Wednesday, December 30, 2015

Horus Heresy plastics: Cataphractii Terminator Impressions and Resin Comparison

Plastic Cataphractii Terminators!

The Betrayal at Calth was one of Games Workshop's best releases of 2015.  This was largely because it provided plastic versions of many Horus Heresy models that had previously only been available in resin from Forge World.  And while we talked at length about the MKIV tactical kit a few months back, we have seen very little talk about the Cataphractii terminators.  Since we have a bag or two of the resin models kicking around here, we thought it would be worthwhile to compare them with the new plastic models and let you know the strengths of each version!

Monday, December 28, 2015

Kingdom Death multi-part kits: their place alongside the other KD models and miniature gaming as a whole

In addition to creating the single-pose starting survivors and the monsters for them to battle, one of the main drives of the Kingdom Death Kickstarter was to design multi-part plastic kits for creating new survivor models. After defeating each of the different monsters in the game, your survivors are able to craft new weapons and equipment with the remains of their slain foes. To represent this in model form, they created a range of different multi-part sets with different weapon options and armor types that could be crafted in the game (Rawhide armor, Leather armor, Lantern armor, White Lion armor, Phoenix armor, Unarmored). This system was designed to allow players to continually build new models of their survivors as they progress in the campaign.

Thursday, December 24, 2015

A look back: The miniatures of 2015

Looking back, it is clear that 2015 was a fantastic year for the miniature wargaming hobby.  And while many companies have had a strong year, I do not think that any miniature company can compare to the frantic release pace of Games Workshop.  Warhammer is gone to be replaced with Age of Sigmar, the Adeptus Mechanicus finally have models, and the Horus Heresy is no longer restricted to resin models.  With the year coming to an end, we would like to take some time to look back at some of the fantastic models released over the year, from Games Workshops, as well as some companies, talking about our favorites.  Finally we will reveal our overall favorite model of the year.  On to the models!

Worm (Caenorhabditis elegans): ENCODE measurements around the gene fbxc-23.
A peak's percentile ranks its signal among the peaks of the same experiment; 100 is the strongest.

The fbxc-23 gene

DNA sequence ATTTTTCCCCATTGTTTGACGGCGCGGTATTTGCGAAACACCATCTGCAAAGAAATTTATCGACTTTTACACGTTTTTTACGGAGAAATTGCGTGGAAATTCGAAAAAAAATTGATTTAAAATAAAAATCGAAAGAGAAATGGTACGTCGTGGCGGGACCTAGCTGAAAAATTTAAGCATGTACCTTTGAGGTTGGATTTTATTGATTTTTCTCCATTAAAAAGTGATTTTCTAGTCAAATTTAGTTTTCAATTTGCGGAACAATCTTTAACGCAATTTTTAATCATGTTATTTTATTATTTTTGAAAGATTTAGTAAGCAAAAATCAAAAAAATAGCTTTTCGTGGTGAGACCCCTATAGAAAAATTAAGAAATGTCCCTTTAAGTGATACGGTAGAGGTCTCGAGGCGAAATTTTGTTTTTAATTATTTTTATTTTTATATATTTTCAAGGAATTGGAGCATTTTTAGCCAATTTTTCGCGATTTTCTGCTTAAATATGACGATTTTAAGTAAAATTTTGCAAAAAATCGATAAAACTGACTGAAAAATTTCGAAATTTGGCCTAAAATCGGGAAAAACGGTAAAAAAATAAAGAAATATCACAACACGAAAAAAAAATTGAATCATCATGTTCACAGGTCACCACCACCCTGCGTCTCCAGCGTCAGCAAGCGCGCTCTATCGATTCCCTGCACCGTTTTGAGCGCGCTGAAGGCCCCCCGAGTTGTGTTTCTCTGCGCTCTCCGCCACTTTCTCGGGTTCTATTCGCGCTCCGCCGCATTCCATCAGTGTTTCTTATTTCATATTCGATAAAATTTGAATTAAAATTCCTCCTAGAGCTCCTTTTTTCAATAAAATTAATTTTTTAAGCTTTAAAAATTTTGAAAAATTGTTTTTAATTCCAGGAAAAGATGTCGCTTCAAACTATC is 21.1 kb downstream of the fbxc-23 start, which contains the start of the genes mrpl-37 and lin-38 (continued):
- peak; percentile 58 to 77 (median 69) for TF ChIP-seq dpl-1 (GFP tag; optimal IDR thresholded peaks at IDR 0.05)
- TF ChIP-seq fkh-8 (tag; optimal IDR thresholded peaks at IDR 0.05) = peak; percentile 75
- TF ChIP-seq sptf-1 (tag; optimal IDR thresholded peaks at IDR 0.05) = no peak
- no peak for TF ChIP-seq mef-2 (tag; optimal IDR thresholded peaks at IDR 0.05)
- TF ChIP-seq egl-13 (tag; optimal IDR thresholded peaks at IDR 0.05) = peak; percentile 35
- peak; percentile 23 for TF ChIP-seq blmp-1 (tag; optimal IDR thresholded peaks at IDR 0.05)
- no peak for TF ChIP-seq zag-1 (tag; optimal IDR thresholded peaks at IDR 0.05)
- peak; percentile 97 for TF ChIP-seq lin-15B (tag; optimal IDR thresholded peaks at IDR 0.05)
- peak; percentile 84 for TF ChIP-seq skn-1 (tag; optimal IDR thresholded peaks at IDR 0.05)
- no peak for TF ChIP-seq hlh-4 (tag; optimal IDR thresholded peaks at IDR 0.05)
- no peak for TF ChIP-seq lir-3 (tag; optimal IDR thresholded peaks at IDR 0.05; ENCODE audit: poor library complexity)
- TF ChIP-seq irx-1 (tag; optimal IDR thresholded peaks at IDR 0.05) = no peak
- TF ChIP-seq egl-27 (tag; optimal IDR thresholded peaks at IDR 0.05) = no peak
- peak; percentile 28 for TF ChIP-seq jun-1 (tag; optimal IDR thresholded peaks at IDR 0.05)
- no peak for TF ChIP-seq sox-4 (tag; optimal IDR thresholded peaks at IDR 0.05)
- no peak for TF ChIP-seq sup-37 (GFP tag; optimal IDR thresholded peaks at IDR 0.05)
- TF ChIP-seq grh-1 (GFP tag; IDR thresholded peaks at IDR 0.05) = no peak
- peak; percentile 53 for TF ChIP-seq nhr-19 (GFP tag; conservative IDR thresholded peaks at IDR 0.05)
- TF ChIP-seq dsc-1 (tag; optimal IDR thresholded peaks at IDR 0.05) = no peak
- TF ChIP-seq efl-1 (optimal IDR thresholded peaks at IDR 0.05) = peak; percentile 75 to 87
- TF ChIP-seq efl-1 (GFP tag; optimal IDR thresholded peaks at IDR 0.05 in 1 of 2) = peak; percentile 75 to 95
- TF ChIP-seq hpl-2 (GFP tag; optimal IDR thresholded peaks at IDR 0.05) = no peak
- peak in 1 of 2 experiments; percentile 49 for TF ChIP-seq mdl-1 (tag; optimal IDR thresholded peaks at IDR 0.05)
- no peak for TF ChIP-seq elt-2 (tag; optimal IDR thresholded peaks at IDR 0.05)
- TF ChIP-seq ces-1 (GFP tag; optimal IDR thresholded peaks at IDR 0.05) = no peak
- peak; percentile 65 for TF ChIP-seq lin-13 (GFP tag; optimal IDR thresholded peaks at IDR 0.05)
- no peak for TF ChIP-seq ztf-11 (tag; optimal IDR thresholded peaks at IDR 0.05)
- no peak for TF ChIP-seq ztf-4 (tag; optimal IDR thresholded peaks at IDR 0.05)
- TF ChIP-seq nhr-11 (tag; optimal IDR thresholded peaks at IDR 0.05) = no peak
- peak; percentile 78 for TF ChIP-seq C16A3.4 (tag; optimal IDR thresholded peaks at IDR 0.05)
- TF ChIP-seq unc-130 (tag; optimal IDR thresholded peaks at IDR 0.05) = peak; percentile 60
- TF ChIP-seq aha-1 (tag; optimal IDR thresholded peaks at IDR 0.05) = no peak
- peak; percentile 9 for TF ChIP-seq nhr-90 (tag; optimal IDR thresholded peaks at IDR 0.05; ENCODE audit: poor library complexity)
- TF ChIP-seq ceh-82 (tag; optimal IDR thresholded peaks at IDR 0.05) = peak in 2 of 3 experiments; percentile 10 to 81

Wednesday, December 2, 2015

Black Sailors: Papa Jambo, Witch Doctor Unboxing

Papa Jambo, Witch Doctor of the Black Sailors

I have always had a soft spot for orcs, ever since I started playing 40k with the second edition boxed game.  They were called Space Orks back then, and their identity was a little confused, equal parts goofy and equal parts brutal.  Most of the models were also quite generic humanoid figures, with few discerning features.  This all changed when Brian Nelson re-envisioned/recreated orcs for Games Workshop.  Rather than spindly human frames, they were replaced with hunched, hulking bodies, with huge corded muscles dominating their oversized arms.  Their faces also changed slightly, taking all the hallmarks of orcs in the fantasy setting, pointed ears, small recessed eyes, pug nose, and a broad jaw brimming with sharp teeth, and created something more his own.  This gave Games Workshop’s Orc design their own unique look, even though it was built from standard tropes, and it solidified my love of orks.  In the years since Nelson’s redesign, many have tried to sculpt orks in his style, but few ever really succeeded.  They tend to go through all the right motions, but always ultimately lose something in the process (often the sheer brutal practicalism of their clothes and weapons, replaced with wonky oversized nonsense).  I can probably count on one hand the orc models that I like that are not designed by Brian Nelson, and therefore almost lost interest in new orc models in general.  This all changed with the Black Sailors - Pirates, Orcs, Fantasy Miniatures! Kickstarter by Big Child Creatives.  They are a small company of very talented sculptors based out of Madrid Spain, who decided to launch a project with the following premise: "At BigChild we love orcs, we love pirates, so we thought, why not combine the two and produce such miniatures!?"  The result is an astounding collection of swashbuckling orcs, each gigantic in 54mm scale.  The amount of passion and creative energy oozing from each model literally renewed my faith in the creation of orc models.  I had to get one.  I ended up selecting Papa Jambo, a ramshackle Witch Doctor, and to my delight, he arrived in the mail yesterday.  I think that pictures will convey the meticulous craftsmanship of these models better than I could write!